SNL said the steep plunge in exploration budgets over the past few years reflects increasing investor wariness of the entire mining sector, which has made it difficult for most junior companies to raise funds, and for mining companies to justify intensive capital and exploration spending plans. Throughout 2015, negative price outlooks further forced producing companies’ hands, leading many to sell off assets, shutter operations and focus on companywide cost savings.

Marking a transformational year, 2012 began with most metals prices at or near recent highs, relatively strong investor interest in the mining sector and signs that the industry was enjoying a return to the boom times of 2007-2008. Exploration budgets increased 19% in 2012, setting a new all-time high of $20.53 billion. Beginning in April of that year, SNL explained, investors became increasingly wary of the junior sector, causing many companies to struggle to raise funds for their ongoing programs and forcing them to cut actual spending below their budgets for the year.

Throughout 2013 and 2014, markets were even less willing to support junior companies, and producers pulled back on capital and exploration spending to strengthen financial margins. As a result, the industry’s total exploration budget fell to $14.43 billion in 2013 and $10.74 billion in 2014, down almost 48% from the 2012 peak.

Unfortunately, 2015 did not see the start of the meaningful recovery that many had been hoping for, SNL said. Despite five interest-rate cuts since late 2014, and additional measures designed to stabilize domestic markets or stimulate growth, China’s economic slowdown has continued, dragging many resource-based economies down with it. Given the uncertain demand, virtually all metals prices were in full retreat throughout 2015, ensuring that the downturn in exploration continued. In 2015, companies lowered their budgets by another 18% to $8.77 billion, marking the first time aggregate budgets had fallen below $10 billion since the 2008-2009 global financial crisis.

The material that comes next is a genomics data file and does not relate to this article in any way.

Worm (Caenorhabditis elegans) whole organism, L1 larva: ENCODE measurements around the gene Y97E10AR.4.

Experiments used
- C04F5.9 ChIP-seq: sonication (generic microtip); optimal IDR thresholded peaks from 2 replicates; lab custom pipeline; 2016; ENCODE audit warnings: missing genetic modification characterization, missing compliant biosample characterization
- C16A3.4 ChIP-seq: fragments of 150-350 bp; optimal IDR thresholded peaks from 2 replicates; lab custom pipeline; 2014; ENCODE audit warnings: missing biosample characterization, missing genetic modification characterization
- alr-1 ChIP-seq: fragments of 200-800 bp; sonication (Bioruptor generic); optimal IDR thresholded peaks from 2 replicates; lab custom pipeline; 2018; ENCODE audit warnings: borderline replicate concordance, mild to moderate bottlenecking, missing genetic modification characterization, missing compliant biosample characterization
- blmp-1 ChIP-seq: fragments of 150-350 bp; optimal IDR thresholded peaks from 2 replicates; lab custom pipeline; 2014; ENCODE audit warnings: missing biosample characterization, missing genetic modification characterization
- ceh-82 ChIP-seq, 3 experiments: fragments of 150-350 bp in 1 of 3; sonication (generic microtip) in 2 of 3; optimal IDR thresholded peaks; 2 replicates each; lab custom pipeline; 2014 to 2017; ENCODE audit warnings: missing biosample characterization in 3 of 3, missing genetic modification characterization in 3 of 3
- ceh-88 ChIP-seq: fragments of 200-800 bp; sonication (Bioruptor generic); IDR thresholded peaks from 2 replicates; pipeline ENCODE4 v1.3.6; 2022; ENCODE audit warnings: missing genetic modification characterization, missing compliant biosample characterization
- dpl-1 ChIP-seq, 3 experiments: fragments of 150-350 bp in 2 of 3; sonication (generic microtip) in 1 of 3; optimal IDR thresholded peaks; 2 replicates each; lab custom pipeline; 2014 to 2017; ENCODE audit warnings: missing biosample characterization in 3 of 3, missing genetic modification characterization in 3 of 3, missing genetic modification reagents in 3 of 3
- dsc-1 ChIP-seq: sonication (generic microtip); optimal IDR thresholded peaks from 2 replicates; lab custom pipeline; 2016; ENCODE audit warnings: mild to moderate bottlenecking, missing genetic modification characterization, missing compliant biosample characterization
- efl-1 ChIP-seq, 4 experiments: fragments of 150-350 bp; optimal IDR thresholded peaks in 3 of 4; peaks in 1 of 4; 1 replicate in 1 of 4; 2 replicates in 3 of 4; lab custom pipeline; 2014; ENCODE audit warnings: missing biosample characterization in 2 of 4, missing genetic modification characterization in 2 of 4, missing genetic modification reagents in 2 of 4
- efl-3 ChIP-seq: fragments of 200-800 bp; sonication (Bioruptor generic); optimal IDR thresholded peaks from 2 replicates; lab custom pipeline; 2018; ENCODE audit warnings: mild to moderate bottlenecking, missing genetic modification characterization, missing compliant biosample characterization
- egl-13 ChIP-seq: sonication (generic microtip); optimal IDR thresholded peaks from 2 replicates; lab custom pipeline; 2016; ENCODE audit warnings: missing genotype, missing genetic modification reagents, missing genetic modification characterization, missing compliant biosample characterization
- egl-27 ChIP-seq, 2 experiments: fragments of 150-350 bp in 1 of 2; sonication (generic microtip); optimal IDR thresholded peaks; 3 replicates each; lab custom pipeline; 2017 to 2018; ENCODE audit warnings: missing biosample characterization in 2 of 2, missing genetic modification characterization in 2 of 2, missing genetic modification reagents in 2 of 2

Exploration allocations for all regions declined in 2015, with the greatest dollar reductions in Africa and Latin America. Nevertheless, the latter remained the most popular exploration destination, attracting 28% of global spending in 2015. Six countries—Chile, Peru, Mexico, Brazil, Colombia and Argentina—accounted for the lion’s share of the region’s total. Gold reclaimed its position as the top Latin American exploration target, with its share of overall budgets rising to 42% from 41% in 2014. The percentage allocated to base metals decreased to 40% from 42%.

SNL’s Rest of World regional grouping (Europe and most of Asia) had the second-largest aggregate budget, led by allocations for China and Russia, and by two other countries—Turkey and Kazakhstan—that each attracted more than $70 million in exploration budgets in 2015. For the fourth time in five years, China was in the top position with 32% of total allocations. Gold replaced base metals as the region’s top target, led by major allocations for China and Russia.

Africa remained in third place for a third year, attracting 14% of worldwide budgets; with the largest percentage decrease (30%) of all regions in 2015, the amount separating it from the Rest of World category, increased from $336 million in 2014 to $480 million. Major African exploration destinations included the Democratic Republic of Congo (DRC), South Africa, Burkina Faso, Zambia and Ghana. Allocations for gold were down 27%, raising the metal’s share of overall African budgets to 43% from 41%. Budgets for base metals fell 39%, led by lower allocations for DRC.

Canada remained in fourth place with about 14% of worldwide allocations. Ontario accounted for one-quarter of Canadian exploration budgets, followed by Quebec with 17%. Gold exploration was down by just $87 million, raising its share of total expenditure to a little more than 50% from 46%. Planned expenditures for base metals were down 26%, lowering their percentage of overall budgets to 17% from about 19%.